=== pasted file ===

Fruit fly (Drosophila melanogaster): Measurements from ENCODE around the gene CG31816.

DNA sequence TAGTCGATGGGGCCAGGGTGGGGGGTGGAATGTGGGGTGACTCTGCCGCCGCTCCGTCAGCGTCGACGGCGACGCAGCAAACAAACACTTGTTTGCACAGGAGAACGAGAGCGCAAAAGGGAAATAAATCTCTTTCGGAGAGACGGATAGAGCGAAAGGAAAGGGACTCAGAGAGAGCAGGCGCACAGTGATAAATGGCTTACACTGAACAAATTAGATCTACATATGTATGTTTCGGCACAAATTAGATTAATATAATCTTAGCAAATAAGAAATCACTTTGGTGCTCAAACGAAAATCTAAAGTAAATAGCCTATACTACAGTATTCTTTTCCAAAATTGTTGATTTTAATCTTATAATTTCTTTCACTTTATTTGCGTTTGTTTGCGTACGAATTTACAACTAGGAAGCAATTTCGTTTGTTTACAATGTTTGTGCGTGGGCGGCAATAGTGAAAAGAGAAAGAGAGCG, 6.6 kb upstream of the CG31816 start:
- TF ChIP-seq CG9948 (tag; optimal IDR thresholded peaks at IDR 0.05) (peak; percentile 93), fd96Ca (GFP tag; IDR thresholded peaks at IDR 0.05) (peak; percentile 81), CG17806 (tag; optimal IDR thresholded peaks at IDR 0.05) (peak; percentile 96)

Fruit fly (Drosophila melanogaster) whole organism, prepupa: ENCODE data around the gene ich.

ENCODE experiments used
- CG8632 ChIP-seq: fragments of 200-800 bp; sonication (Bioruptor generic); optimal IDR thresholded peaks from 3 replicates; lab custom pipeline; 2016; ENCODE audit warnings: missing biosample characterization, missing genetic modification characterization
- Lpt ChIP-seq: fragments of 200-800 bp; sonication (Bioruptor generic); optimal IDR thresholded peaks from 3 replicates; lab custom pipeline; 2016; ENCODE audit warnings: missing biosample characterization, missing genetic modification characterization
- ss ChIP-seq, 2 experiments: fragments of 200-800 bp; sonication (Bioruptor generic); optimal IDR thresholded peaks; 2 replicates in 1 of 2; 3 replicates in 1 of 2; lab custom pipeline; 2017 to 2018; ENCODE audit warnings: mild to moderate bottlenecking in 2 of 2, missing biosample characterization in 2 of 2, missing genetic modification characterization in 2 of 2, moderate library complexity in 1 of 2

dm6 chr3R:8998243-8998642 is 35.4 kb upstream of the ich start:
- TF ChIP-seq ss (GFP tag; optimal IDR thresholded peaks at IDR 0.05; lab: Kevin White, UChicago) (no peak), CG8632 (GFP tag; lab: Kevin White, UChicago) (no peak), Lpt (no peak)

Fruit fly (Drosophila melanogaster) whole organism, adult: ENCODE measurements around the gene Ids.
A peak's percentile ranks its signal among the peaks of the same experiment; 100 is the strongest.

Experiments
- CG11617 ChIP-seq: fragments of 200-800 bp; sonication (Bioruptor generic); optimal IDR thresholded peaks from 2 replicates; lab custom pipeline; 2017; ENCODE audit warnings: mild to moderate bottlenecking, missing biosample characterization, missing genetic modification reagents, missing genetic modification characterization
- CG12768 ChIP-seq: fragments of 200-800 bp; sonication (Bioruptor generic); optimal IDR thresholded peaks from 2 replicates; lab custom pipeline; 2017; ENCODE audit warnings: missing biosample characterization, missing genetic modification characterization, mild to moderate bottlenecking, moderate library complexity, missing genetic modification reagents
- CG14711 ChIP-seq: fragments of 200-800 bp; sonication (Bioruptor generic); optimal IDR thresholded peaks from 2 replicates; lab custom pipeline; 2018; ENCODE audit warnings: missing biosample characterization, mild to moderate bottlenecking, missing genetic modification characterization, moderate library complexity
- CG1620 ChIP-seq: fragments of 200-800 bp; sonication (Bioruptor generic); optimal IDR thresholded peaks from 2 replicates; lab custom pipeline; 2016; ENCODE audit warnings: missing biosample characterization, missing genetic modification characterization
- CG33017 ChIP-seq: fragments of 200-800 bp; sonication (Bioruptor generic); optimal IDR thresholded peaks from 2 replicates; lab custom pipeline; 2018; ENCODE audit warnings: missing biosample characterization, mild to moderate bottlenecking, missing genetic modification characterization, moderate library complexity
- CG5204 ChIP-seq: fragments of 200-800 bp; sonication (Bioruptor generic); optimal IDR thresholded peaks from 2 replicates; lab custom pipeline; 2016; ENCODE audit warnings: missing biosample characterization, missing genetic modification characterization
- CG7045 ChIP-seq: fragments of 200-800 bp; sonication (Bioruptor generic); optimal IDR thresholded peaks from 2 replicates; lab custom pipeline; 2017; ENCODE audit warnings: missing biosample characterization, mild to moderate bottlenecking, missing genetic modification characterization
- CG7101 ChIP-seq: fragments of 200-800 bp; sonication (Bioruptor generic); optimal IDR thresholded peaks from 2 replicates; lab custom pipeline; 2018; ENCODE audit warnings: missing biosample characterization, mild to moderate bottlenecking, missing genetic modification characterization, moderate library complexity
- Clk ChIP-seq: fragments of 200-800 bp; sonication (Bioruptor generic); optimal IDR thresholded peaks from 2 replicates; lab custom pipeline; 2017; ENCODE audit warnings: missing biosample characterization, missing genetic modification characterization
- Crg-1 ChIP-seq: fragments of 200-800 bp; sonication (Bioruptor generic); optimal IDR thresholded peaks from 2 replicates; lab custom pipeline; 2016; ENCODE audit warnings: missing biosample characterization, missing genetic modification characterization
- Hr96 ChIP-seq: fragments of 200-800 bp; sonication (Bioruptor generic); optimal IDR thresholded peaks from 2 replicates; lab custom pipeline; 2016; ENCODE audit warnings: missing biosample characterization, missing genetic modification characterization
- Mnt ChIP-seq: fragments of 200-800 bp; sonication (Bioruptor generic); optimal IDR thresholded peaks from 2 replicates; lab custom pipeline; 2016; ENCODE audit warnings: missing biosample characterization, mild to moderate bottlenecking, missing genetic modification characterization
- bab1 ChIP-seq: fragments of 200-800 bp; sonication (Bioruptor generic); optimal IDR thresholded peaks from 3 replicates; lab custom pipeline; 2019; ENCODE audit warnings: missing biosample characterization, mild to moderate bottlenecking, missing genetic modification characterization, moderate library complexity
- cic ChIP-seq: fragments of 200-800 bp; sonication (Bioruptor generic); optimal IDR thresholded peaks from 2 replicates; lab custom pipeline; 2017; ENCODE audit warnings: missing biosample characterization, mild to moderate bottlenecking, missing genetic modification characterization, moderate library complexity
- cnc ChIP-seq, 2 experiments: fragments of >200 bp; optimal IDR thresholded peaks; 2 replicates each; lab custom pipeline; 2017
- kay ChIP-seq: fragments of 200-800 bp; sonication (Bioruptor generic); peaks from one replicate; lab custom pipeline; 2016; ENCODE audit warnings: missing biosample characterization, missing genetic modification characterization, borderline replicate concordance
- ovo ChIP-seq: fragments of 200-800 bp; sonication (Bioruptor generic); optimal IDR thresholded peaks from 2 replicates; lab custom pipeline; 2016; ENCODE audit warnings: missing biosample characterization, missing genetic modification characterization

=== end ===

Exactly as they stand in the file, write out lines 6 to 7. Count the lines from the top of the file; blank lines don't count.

- CG8632 ChIP-seq: fragments of 200-800 bp; sonication (Bioruptor generic); optimal IDR thresholded peaks from 3 replicates; lab custom pipeline; 2016; ENCODE audit warnings: missing biosample characterization, missing genetic modification characterization
- Lpt ChIP-seq: fragments of 200-800 bp; sonication (Bioruptor generic); optimal IDR thresholded peaks from 3 replicates; lab custom pipeline; 2016; ENCODE audit warnings: missing biosample characterization, missing genetic modification characterization